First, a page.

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thenewmans

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- Thread starter thenewmans
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In summary, the questions raised by CI about measurements, entanglement, and so on are all answered in the same way- by talking about the wavefunction of the whole system.

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thenewmans

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muppet

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No. The wave function is a unique description of a state, and tells you everything you could possibly find out about the results of measurements you haven't performed yet. However, what you can have are different representations of the same wave function, which superficially look different.thenewmans said:Assuming a correct wave function, can a particle have more than one?

Sure but I think what you're really asking is whether or not it's possible for the two observers to describe a system accurately by two different wave functions, which is really the same question as the one above, so no. (*Relativity messes up observers' common perception of space and time, so in relativistic QM this answer might not hold, but I'm not the person to ask about that I'm afraid.)Can 2 observers each have their own wave function?

No. The "collapse of the wavefunction" usually refers to something specific. In QM there is a special class of wave functions called eigenfunctions, or eigenstates. After any precise measurement of a physical observable, the wavefunction of the system is said to be in an eigenstate of that observable. The maths of QM says that any wave function -at all- can be represented by a sum of eigenstates; the idea of wavefunction collapse is that when you measure some quantity, all the eigenstates in the sum vanish apart from the one corresponding to the result of the measurement.The moment a particle encounters another particle, does one wave function collapse and a new one pop up?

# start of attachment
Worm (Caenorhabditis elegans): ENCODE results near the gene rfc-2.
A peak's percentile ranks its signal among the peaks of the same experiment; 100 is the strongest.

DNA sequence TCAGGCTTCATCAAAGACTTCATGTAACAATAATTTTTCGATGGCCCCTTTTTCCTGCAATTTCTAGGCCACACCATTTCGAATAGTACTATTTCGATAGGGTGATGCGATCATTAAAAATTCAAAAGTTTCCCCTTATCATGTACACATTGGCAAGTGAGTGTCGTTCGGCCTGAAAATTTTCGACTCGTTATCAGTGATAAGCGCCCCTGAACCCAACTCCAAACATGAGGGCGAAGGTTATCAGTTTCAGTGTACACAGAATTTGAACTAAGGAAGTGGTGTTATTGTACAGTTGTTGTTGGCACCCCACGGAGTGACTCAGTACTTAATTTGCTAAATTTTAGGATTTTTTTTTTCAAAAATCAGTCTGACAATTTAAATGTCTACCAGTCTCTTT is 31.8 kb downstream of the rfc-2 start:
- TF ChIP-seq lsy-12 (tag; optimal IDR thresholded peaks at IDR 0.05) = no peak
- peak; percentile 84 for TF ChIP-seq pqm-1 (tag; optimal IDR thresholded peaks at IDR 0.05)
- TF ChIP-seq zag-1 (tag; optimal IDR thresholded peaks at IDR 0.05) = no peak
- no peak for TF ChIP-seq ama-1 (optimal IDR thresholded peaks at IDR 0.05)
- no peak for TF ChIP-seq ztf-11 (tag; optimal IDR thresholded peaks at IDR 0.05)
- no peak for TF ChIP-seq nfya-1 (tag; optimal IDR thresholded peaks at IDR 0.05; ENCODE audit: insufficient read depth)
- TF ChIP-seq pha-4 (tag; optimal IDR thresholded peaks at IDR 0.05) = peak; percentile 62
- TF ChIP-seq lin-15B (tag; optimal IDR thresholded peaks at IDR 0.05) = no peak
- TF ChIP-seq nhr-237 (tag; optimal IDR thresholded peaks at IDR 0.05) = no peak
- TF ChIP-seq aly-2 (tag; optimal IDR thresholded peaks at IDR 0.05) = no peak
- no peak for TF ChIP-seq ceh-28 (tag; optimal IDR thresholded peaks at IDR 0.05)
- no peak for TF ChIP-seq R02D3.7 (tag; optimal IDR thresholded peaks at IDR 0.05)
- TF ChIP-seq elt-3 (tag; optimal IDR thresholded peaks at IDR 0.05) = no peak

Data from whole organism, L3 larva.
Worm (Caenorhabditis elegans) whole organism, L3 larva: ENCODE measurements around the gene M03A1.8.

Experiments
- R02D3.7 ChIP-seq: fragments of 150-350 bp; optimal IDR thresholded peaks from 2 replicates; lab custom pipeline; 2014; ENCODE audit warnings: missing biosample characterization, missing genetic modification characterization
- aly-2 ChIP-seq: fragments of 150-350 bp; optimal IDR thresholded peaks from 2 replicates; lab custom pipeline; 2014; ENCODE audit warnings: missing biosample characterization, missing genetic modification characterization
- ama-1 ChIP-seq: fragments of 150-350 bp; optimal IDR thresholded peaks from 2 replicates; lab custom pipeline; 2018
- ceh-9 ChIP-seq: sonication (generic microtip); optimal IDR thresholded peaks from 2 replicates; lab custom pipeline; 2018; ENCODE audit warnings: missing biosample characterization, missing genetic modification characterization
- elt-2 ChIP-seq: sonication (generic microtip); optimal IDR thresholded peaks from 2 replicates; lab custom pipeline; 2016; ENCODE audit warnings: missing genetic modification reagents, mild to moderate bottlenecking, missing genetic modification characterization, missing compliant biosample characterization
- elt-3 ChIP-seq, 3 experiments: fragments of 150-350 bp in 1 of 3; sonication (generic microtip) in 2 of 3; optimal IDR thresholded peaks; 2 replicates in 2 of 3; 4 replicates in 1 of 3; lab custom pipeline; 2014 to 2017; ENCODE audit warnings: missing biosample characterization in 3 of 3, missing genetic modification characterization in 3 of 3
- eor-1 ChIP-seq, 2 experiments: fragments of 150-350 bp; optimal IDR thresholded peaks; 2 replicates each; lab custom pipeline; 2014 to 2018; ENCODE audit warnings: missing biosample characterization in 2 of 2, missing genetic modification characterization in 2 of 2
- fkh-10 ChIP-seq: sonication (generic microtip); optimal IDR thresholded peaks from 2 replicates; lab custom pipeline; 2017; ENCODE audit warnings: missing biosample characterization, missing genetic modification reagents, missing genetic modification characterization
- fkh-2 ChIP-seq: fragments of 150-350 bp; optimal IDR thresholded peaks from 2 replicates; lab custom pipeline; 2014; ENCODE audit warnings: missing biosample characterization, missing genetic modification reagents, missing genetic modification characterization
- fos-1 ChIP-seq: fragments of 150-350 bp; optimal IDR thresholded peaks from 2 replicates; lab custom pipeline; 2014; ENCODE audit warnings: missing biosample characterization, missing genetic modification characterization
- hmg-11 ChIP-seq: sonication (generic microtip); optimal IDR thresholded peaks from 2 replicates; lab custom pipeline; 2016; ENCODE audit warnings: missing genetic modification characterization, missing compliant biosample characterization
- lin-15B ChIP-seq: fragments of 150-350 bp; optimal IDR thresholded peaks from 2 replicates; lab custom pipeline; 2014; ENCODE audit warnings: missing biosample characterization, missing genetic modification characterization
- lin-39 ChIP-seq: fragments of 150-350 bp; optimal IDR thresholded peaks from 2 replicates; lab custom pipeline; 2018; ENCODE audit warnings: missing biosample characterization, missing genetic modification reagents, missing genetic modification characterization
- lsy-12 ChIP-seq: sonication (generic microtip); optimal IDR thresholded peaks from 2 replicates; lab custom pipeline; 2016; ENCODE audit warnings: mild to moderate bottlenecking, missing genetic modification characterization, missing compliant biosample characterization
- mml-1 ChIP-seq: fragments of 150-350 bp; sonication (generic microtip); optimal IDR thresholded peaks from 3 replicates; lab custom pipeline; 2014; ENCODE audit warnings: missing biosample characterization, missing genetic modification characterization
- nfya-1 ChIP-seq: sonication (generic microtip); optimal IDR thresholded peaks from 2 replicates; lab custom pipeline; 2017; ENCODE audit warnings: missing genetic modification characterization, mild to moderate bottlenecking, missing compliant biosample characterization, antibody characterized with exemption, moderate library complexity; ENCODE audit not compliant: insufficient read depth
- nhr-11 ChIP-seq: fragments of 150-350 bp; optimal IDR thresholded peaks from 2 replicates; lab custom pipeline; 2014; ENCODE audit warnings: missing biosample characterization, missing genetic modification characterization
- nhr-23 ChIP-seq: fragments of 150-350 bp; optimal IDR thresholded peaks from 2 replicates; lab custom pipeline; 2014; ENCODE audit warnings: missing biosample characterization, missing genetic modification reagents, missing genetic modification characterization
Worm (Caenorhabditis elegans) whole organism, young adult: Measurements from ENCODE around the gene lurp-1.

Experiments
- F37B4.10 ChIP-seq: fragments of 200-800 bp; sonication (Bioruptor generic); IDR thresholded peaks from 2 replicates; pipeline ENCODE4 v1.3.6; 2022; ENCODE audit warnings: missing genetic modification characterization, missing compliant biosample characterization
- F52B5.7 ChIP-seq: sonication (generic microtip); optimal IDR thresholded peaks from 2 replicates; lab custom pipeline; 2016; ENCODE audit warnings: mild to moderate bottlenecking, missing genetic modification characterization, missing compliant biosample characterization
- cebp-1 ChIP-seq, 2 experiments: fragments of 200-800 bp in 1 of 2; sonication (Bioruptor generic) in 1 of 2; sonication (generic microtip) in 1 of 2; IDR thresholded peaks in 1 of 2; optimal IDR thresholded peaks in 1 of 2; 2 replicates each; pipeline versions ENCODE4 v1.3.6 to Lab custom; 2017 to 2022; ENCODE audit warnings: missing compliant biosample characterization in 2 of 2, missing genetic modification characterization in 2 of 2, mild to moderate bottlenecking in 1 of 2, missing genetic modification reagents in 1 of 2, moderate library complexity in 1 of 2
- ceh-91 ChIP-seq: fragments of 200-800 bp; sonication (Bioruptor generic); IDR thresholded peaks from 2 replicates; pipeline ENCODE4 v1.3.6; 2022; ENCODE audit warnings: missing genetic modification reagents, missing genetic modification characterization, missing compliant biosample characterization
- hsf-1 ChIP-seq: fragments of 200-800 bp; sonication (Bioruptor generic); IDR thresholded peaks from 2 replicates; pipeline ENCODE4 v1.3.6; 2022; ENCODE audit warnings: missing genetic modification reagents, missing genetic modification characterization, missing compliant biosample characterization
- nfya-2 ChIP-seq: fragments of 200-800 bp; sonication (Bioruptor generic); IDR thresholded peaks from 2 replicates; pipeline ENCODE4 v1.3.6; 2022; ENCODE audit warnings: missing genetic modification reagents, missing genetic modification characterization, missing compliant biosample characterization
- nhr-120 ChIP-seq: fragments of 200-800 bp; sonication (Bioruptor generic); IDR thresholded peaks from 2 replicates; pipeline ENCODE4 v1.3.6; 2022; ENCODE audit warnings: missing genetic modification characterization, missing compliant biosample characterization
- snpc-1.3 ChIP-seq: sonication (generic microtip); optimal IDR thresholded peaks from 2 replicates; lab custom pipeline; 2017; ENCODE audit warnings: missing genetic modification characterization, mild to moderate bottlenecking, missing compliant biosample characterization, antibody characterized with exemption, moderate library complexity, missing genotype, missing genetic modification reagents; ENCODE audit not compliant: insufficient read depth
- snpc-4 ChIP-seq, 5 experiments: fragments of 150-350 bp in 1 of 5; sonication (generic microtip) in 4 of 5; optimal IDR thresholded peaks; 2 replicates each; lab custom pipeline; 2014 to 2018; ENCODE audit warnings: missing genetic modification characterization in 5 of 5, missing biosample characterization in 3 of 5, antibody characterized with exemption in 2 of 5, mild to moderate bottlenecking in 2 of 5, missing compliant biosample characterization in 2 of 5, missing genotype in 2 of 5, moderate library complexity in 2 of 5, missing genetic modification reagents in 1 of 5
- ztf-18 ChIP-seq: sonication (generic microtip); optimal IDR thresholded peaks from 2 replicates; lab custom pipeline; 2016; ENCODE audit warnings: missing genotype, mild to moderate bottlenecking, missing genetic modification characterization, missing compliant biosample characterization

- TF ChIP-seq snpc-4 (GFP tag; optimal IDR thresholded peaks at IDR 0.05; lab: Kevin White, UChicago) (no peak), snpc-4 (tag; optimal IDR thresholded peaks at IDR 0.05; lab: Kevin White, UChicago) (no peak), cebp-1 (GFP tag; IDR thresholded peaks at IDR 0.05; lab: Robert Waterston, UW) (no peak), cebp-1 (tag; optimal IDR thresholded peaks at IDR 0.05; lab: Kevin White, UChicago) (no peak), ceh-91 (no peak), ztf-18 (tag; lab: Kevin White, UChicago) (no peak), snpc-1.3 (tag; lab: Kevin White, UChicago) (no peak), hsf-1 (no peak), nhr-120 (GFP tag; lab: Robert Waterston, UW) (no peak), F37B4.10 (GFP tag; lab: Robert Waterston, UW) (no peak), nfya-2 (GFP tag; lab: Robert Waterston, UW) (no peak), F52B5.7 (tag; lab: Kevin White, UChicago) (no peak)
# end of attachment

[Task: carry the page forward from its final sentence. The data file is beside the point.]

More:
You're right, however, in that the wave function of an entangled particle is different from that of a "lone" one. What happens is that you need to start talking about the wavefunction for the whole system. This is usually based on products of the wavefunctions of the individual wavefunctions that comprise the system, but there's a few technical adjustments that need to be made, relating to the fact that "quantum particles" are intrinsically indistinguishable. For example, the pauli exclusion principle says that two fermions must be described by a wavefunction that yields zero probability of them being in the same state.

In the sense that you should really be talking about the wavefunction of the whole system, the answer is no. But the other particle might not affect the results of your measurements on the particle you know about. For example, say you're measuring the spin of the particle about the z-axis. The entanglement may be such that the spins of the two particles are anti-correlated (so if you measure spin up on one, you know that the other will be spin down). But it doesn't affect the probability of you measuring either spin up or spin down on the particle that you do know about (which, all other things being equal, is exactly 50%).If you don’t know a particle is entangled can your wave function still be correct?